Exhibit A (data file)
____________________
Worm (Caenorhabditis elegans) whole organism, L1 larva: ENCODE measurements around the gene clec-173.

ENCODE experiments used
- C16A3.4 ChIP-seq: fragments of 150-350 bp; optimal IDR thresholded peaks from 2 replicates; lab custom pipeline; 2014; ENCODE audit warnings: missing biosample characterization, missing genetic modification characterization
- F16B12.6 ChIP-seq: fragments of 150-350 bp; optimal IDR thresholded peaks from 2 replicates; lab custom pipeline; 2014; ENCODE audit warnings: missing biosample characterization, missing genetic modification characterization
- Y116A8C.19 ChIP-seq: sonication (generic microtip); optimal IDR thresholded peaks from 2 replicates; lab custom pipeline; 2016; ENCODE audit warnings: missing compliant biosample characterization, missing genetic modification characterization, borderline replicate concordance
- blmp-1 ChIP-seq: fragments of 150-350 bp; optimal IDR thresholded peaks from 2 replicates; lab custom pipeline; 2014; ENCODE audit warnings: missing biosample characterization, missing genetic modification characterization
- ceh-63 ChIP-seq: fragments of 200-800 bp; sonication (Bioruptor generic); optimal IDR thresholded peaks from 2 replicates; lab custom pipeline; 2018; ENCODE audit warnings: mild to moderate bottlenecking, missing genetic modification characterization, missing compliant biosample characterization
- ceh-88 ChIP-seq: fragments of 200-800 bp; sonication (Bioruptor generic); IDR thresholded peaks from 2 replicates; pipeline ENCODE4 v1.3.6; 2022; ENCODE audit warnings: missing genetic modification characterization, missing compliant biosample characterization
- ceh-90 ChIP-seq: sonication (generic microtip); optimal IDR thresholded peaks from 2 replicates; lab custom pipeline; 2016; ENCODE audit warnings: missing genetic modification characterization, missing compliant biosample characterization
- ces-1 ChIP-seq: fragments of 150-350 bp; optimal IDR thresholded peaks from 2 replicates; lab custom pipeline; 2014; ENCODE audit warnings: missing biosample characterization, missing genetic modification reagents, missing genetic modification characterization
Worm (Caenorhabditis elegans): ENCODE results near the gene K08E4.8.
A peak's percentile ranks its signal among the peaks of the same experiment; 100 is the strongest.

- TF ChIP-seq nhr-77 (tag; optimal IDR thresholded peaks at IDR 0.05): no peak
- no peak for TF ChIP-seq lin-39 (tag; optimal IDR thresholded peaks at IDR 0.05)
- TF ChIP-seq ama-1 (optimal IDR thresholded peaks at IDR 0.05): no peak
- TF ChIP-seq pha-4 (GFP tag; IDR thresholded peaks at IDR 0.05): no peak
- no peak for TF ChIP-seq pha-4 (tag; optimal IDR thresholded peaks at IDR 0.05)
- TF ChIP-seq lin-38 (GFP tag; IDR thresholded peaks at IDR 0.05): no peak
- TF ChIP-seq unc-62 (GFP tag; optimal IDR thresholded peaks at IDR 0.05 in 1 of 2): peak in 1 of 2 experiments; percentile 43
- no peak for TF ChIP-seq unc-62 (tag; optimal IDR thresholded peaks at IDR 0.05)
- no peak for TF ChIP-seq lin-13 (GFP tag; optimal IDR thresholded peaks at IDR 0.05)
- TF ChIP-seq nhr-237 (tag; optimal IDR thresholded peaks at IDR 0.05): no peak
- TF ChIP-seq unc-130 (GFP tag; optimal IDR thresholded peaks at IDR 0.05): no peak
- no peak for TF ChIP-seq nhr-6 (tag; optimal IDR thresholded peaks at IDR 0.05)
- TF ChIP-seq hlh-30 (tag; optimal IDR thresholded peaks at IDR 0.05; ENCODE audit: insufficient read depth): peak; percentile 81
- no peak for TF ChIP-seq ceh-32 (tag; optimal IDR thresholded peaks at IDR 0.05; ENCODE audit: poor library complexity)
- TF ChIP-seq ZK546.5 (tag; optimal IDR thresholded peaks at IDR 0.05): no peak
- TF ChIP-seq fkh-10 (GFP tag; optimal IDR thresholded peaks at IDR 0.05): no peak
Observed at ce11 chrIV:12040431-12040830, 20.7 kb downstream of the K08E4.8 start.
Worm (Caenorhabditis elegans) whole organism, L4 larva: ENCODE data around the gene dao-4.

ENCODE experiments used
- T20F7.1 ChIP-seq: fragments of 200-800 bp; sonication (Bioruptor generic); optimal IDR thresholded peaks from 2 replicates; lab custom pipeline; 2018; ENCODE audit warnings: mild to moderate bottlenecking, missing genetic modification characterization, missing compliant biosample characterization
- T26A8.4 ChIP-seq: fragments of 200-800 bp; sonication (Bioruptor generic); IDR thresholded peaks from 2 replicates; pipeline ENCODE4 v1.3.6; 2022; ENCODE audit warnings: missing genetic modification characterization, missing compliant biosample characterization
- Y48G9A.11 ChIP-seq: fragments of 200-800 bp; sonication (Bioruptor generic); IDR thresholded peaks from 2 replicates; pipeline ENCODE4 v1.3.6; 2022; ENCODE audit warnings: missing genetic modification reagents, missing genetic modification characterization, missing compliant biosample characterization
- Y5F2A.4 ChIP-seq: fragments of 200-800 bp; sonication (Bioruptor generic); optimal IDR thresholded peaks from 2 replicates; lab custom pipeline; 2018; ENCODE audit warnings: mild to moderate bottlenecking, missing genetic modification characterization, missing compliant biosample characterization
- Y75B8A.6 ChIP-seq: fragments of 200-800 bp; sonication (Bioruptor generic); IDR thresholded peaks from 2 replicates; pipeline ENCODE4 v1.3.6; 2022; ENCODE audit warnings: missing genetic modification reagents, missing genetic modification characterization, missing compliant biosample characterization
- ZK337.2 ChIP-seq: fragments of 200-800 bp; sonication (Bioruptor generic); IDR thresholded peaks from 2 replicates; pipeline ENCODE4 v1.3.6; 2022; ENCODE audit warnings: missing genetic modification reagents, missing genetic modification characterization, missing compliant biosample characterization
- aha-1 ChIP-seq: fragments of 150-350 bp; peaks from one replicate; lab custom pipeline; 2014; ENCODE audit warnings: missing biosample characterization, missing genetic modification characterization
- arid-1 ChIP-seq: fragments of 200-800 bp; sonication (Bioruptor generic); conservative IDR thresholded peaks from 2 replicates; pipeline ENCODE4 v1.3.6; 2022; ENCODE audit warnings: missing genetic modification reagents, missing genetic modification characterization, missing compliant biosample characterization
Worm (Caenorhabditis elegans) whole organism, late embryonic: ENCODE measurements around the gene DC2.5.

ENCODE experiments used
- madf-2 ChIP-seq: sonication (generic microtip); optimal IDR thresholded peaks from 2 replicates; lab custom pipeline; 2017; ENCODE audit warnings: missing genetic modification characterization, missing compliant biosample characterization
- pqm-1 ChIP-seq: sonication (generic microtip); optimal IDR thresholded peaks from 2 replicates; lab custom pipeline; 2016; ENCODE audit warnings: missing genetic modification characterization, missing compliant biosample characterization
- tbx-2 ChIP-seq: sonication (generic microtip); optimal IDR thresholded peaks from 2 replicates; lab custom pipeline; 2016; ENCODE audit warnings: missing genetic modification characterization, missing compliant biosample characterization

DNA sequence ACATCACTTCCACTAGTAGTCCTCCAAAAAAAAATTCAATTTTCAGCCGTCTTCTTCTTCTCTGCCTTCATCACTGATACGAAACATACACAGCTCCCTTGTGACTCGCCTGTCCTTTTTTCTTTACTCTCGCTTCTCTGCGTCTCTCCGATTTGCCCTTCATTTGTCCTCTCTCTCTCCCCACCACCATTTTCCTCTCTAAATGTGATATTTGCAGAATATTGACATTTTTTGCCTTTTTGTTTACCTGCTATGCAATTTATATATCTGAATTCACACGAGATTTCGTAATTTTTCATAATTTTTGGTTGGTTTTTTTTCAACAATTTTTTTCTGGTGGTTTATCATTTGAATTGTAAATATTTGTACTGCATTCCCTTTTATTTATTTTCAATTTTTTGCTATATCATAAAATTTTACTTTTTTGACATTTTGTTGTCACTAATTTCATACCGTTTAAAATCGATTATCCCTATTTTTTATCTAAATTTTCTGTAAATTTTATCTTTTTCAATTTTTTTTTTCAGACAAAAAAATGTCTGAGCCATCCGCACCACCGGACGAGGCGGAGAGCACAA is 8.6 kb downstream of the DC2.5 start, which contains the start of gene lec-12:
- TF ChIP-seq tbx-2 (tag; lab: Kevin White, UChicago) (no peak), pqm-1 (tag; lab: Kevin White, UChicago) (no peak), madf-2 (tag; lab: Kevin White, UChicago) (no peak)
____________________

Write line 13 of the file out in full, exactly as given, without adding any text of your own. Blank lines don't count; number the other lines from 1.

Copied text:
- TF ChIP-seq nhr-77 (tag; optimal IDR thresholded peaks at IDR 0.05): no peak